And you know it’s — as you know we’ve got a two year to four year plan to get our adjusted net debt down to $2 billion to $2.5 billion and the way we’re most likely going to do that is through the pension. And so, I guess to summarize my comments the pension is a focus area for our company, it has been since the first day, we originated and we’ve continued to work it down and will be continued to work in going forward because it’s part of the capital allocation model that we’ve laid out pretty clearly.
Okay. And then just one follow up. You said the pre-funding balance, I think was $380 million close to $220 from CARES act, I was — of the understanding that you could — you had a $500 million in pre-funding from the debt you get in 2018 so is some of that pre-funding is effectively being completed by the CARES number or if you just kind of update from that? Thank you very much.
Yeah, so a little bit of — a little bit of the pre-funding was used during the course of the year to keep the pension at the level that they’re at. I just want to make it clear the Cares Act allows us to defer any contributions CARES Act allows us to defer any contributions into the US pensions without using the pre-funding balance. So we will come into the year with — not having made the pension contributions this year we’ll have to catch them up next year but we will have our full $382 million pre-funding balance available to us.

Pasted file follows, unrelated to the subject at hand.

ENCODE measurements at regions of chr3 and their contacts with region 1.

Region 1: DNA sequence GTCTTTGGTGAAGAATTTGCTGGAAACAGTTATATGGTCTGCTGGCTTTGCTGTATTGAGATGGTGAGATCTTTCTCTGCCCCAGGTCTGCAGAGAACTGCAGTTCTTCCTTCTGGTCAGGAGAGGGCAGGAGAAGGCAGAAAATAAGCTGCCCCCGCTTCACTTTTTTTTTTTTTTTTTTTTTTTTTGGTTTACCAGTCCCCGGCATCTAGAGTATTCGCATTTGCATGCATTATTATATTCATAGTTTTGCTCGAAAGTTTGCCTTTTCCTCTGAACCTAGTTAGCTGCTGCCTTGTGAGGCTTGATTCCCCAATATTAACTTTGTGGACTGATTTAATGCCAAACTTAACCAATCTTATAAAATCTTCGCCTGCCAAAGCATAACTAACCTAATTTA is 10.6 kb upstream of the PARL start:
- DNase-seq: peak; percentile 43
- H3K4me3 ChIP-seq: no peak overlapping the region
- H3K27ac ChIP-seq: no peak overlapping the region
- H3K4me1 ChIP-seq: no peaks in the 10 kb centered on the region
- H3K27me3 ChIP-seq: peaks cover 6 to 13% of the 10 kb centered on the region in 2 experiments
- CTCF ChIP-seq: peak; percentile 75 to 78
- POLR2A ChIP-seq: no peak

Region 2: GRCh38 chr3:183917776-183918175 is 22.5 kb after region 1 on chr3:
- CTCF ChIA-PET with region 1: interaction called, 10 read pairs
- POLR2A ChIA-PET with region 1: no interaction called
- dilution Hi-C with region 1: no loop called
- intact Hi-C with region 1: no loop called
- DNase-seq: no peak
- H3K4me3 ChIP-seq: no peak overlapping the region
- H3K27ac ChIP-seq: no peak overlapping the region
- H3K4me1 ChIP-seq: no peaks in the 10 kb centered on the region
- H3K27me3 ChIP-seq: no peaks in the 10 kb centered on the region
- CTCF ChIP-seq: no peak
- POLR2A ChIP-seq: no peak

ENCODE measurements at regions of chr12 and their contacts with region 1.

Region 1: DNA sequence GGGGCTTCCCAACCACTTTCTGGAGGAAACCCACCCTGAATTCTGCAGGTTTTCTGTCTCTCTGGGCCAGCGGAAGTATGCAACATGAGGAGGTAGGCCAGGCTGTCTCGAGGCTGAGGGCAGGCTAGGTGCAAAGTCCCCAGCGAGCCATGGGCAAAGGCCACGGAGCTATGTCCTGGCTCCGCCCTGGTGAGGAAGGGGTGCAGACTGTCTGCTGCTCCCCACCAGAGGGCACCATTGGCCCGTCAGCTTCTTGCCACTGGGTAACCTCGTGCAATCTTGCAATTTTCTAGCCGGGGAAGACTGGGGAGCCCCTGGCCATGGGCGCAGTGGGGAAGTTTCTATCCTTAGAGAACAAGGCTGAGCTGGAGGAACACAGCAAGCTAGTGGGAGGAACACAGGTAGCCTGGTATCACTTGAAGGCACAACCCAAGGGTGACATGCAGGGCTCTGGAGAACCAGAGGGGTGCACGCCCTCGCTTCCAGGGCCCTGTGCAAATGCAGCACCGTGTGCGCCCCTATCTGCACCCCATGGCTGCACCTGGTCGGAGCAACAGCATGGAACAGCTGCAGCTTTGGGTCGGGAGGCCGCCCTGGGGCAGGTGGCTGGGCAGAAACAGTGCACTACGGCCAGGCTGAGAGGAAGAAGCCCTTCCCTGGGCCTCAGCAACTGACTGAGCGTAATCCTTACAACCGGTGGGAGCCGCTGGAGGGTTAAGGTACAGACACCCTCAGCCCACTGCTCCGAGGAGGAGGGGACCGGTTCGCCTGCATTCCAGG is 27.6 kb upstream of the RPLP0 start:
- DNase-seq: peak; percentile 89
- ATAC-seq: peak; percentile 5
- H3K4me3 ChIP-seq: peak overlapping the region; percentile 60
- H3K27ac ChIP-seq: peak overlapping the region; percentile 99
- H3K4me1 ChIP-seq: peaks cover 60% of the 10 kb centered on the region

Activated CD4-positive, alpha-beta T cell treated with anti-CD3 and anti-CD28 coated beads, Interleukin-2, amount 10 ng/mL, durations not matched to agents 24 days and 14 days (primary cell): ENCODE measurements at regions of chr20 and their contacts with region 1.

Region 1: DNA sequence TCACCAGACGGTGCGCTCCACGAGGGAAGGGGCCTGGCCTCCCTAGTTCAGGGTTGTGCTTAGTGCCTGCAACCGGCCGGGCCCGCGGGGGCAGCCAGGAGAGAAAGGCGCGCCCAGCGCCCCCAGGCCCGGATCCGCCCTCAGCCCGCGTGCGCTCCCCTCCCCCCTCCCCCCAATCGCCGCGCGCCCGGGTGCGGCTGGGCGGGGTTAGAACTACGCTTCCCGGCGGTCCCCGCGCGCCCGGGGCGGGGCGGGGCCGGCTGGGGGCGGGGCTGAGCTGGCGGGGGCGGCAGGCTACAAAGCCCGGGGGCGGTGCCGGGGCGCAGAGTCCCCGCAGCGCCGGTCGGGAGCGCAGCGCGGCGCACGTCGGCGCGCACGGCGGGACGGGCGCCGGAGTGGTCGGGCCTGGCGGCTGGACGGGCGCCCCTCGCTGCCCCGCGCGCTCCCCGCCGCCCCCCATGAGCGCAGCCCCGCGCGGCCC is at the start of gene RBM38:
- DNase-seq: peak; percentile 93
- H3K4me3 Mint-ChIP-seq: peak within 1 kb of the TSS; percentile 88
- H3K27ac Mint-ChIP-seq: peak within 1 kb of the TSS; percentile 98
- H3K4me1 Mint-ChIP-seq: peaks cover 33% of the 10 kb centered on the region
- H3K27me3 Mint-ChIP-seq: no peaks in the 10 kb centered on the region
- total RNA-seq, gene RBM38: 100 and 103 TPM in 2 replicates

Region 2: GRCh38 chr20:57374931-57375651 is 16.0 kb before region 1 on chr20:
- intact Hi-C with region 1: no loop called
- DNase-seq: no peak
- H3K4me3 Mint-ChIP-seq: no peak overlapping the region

So as you look at next year if we, if we do choose to push out all of our pension contributions the pension contributions next year are high and then we can use that pre-funding balance to offset that — to offset much of the pension contributions next year.
Okay, thank you very much I appreciate that.
Our next question comes from Timna Tanners of Bank of America. Please go ahead.
Hey, good evening and hope everyone is healthy and all right. I wanted to ask two questions. The first one is — heading into this call we were struck, our whole metals and mining team was struck with how aluminum was the one commodity maybe or the commodity with the least supply response so you’ve taken a dent to that with the Intalco difficult decision, but I just wanted to first ask if you could explain or remind us when you curtail that permanent or is that temporary and how to think about that. And then in the same vein do you expect other actions by other participants because that has been kind of striking how little supply response we’ve seen relative to other commodities?
Yeah and thanks for the question Timna. I’ll try and answer the best that I can so Intalco is, a decision to temporarily curtail so it doesn’t mean or we don’t mean to project forward and say whether it will return to operations or won’t return to operations. What I will say is, is that when we make a curtailment decision we do it not just with the current pricing in mind but also looking forward a number of years and so it is — it’s not necessarily just meant to represent the world as we see it right this very second, and we do look forward at least 12 months to 18 months.
And so when we then transition it over to a broader what do we — what do we think is going to happen across the market, and I’ll be the first one to tell you that we certainly can’t project or indicate where our competitors or what they’re going to do.